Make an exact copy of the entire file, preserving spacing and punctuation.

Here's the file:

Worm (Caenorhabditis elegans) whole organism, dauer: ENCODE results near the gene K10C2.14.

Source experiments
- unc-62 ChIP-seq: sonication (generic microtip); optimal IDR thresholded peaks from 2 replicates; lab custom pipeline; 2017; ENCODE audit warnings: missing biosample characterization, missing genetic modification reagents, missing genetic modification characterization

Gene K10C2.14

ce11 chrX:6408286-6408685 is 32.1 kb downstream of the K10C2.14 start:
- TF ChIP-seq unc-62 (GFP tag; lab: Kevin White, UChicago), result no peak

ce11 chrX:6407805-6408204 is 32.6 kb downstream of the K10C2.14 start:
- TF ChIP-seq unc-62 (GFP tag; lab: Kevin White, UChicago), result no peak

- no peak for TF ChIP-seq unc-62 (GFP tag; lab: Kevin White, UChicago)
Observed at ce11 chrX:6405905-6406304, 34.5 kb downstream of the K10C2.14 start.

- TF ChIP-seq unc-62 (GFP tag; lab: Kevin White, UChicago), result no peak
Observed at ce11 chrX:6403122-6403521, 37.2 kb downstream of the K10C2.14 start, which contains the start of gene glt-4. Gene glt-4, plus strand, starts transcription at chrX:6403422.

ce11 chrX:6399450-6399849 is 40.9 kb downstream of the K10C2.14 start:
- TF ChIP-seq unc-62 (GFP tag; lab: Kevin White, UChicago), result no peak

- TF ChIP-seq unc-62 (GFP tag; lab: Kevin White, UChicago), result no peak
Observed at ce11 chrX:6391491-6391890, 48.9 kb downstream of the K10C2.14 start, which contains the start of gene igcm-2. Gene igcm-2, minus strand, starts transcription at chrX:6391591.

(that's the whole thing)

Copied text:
Worm (Caenorhabditis elegans) whole organism, dauer: ENCODE results near the gene K10C2.14.

Source experiments
- unc-62 ChIP-seq: sonication (generic microtip); optimal IDR thresholded peaks from 2 replicates; lab custom pipeline; 2017; ENCODE audit warnings: missing biosample characterization, missing genetic modification reagents, missing genetic modification characterization

Gene K10C2.14

ce11 chrX:6408286-6408685 is 32.1 kb downstream of the K10C2.14 start:
- TF ChIP-seq unc-62 (GFP tag; lab: Kevin White, UChicago), result no peak

ce11 chrX:6407805-6408204 is 32.6 kb downstream of the K10C2.14 start:
- TF ChIP-seq unc-62 (GFP tag; lab: Kevin White, UChicago), result no peak

- no peak for TF ChIP-seq unc-62 (GFP tag; lab: Kevin White, UChicago)
Observed at ce11 chrX:6405905-6406304, 34.5 kb downstream of the K10C2.14 start.

- TF ChIP-seq unc-62 (GFP tag; lab: Kevin White, UChicago), result no peak
Observed at ce11 chrX:6403122-6403521, 37.2 kb downstream of the K10C2.14 start, which contains the start of gene glt-4. Gene glt-4, plus strand, starts transcription at chrX:6403422.

ce11 chrX:6399450-6399849 is 40.9 kb downstream of the K10C2.14 start:
- TF ChIP-seq unc-62 (GFP tag; lab: Kevin White, UChicago), result no peak

- TF ChIP-seq unc-62 (GFP tag; lab: Kevin White, UChicago), result no peak
Observed at ce11 chrX:6391491-6391890, 48.9 kb downstream of the K10C2.14 start, which contains the start of gene igcm-2. Gene igcm-2, minus strand, starts transcription at chrX:6391591.